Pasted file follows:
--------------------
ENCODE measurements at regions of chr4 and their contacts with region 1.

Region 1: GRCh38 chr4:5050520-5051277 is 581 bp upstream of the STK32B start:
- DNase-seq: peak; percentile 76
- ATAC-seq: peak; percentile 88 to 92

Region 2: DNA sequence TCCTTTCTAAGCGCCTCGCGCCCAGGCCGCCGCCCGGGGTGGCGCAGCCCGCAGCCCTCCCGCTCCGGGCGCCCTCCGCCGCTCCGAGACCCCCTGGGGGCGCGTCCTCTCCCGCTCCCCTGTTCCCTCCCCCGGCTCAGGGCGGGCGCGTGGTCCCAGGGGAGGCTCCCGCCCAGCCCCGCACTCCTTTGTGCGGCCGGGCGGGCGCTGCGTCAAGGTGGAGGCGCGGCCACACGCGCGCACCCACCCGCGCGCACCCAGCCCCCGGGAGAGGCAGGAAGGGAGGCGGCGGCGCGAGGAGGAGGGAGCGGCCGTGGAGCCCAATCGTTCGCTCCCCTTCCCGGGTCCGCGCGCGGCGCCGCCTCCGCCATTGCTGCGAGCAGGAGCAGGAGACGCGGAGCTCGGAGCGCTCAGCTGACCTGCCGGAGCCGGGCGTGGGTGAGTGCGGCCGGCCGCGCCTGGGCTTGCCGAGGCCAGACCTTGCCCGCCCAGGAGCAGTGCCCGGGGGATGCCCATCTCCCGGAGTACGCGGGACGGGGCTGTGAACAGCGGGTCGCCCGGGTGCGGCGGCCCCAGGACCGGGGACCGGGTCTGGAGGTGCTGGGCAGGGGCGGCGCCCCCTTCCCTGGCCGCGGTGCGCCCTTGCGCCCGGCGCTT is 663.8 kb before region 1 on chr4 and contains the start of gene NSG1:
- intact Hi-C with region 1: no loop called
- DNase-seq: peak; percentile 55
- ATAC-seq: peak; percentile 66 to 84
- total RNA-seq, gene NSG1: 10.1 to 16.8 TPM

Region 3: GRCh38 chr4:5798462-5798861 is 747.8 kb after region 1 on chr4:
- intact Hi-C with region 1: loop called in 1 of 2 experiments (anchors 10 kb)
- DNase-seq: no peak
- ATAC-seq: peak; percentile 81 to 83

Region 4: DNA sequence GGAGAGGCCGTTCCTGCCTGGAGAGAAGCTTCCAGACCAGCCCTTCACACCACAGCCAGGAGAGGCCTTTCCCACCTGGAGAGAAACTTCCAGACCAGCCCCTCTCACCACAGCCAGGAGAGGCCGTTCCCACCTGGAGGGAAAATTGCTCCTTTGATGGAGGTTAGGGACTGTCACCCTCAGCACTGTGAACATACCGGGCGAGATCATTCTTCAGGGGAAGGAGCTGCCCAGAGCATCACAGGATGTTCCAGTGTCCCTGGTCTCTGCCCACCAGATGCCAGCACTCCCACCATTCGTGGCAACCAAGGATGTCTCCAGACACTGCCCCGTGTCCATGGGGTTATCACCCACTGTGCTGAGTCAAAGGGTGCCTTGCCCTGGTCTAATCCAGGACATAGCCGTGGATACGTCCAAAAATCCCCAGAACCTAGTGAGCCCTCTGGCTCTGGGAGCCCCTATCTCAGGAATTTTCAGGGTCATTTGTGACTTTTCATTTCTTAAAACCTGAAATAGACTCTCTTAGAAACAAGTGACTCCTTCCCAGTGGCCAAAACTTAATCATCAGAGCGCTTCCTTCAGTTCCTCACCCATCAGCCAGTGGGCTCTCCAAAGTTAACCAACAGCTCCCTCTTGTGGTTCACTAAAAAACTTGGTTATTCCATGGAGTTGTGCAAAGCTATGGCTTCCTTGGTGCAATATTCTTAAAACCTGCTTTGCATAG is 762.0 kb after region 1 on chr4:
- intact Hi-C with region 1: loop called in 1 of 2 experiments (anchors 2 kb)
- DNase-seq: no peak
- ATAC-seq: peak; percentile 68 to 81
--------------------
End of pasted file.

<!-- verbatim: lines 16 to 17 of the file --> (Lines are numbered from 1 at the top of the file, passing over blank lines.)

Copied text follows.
- DNase-seq: no peak
- ATAC-seq: peak; percentile 68 to 81